Riding Out the (Franken)Storm: 5 Ways to Prepare Your Business for Disaster Recovery

Sandy has already been called “the storm of a lifetime,” and at time of writing it hasn’t even fully made landfall yet. As people up and down the East Coast prepare for the onslaught, this is perhaps a good time for all of us to consider the types of preparations that can ease recovery for any business affected by natural disaster:

1. Map out your insurance claims:

“Property and business interruption insurance policies are often complex, and your suppliers, customers and other business partners’ insurance situation may have a direct effect on you as well. Even if your business doesn’t suffer any direct physical damage to its facilities following a natural disaster or other loss, your customers or suppliers may have, and that could result in what is known as a ‘supply chain’ or ‘contingent business interruption’ loss of revenue and sales.” (Lowenstein Sandler)

2. Update your employee contact lists:

“Emergency contact information for getting in touch with employees … includes having backup numbers in case of widespread power outages. With mobile phones being used so readily, that’s a great place to start but even those aren’t entirely useful either when the power to the cell towers goes down too.” (Pullman & Comley)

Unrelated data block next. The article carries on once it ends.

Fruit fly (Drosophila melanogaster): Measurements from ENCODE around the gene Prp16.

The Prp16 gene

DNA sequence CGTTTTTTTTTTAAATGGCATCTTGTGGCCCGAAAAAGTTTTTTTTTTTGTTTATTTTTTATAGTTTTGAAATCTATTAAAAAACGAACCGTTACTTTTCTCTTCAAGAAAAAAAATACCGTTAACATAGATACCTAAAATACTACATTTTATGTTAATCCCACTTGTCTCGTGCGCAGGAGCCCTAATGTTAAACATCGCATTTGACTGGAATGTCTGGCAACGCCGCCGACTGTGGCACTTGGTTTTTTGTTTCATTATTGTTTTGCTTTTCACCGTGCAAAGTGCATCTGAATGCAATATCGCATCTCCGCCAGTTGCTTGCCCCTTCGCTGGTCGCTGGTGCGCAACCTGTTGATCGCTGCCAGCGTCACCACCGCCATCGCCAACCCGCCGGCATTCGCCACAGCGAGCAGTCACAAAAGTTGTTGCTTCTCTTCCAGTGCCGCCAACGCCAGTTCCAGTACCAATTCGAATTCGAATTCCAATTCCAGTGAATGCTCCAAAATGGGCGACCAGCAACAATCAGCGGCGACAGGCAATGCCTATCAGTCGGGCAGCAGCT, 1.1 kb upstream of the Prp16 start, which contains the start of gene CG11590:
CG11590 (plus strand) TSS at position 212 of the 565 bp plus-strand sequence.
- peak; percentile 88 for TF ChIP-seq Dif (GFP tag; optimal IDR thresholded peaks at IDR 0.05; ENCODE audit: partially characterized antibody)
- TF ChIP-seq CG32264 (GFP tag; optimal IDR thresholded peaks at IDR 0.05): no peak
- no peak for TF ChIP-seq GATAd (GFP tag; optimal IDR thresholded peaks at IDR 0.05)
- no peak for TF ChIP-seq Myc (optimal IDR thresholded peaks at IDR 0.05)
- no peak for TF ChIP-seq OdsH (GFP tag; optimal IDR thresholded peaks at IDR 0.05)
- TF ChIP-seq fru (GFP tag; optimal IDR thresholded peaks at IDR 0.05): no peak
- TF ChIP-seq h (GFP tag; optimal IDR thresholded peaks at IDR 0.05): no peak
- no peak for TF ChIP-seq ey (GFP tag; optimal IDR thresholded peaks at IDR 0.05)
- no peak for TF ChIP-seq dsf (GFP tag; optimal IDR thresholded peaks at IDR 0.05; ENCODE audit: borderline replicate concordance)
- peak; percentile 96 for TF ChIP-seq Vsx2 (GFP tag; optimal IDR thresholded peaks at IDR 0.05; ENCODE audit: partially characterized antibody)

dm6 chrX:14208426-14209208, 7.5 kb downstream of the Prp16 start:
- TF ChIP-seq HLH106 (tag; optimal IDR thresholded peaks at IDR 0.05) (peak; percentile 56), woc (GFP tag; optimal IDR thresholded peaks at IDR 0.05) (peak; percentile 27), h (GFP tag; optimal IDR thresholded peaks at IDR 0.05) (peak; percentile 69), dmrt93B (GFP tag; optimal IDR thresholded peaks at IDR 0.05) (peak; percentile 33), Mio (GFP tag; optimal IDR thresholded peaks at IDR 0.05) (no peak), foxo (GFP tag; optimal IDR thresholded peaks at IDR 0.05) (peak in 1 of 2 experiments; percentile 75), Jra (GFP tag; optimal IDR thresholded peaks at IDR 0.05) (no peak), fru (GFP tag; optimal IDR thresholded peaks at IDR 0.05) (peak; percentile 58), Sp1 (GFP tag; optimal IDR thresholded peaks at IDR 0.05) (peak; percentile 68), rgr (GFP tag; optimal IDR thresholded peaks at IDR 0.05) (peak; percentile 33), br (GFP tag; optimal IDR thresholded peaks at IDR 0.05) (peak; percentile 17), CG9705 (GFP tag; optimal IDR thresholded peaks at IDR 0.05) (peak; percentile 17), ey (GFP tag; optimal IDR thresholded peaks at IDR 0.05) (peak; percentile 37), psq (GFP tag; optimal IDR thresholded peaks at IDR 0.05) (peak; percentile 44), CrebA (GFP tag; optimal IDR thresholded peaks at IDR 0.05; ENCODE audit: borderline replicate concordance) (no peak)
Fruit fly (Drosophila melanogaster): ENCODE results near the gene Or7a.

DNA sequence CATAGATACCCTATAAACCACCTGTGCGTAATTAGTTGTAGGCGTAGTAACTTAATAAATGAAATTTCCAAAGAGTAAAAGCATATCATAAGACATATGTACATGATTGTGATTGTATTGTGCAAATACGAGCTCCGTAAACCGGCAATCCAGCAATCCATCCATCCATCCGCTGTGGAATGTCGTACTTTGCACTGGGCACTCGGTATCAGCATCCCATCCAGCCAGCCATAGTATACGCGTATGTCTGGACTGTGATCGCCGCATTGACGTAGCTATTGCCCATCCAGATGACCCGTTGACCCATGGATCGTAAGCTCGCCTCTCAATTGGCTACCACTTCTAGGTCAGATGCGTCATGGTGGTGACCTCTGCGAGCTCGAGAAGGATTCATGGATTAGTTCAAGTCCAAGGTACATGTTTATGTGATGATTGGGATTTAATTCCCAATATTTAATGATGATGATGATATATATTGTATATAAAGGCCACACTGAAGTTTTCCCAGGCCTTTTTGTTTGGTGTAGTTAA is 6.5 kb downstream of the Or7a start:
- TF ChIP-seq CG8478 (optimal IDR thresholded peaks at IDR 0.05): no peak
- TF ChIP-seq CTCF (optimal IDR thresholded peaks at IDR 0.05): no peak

3. Keep the (time) clock running:

“Exempt employees must be paid their full salary for any week in which they perform work. Accordingly, if you are shut down for business for three out of five days during the workweek, the exempt employees must be paid their normal salary for the entire week. To do otherwise signifies that an employee is not exempt.” (Fisher & Phillips)

4. Be patient to avoid putting employees at risk:

“Hurricanes and other disasters present obvious safety concerns that employers need to consider when asking employees to come into work during adverse weather, including vehicle accidents, slips and falls, flying objects, electrical hazards from downed power lines, exhaustion from working extended shifts and dehydration. An employee who reasonably believes he or she has been put in imminent danger by being forced to go to work during a hurricane may file a complaint with OSHA against the employer and then ask for whistleblower protection.” (Duane Morris)

5. Plan for a clean-up without calling for volunteers:

““The FLSA does not permit employees to ‘volunteer’ unpaid time to the employer under any but the narrowest of circumstances. For example, if a manufacturing facility sets up a hotline or makes other arrangements to provide a clearinghouse for information about the status of the workplace and employee reporting times, non-exempt employees volunteering to perform such services are engaged in compensable hours worked for FLSA purposes.” (Fisher & Phillips)

The updates:

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